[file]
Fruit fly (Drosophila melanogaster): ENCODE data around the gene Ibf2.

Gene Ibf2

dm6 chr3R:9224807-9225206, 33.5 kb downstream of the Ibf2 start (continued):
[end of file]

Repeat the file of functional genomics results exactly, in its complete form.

Fruit fly (Drosophila melanogaster): ENCODE data around the gene Ibf2.

Gene Ibf2

dm6 chr3R:9224807-9225206, 33.5 kb downstream of the Ibf2 start (continued):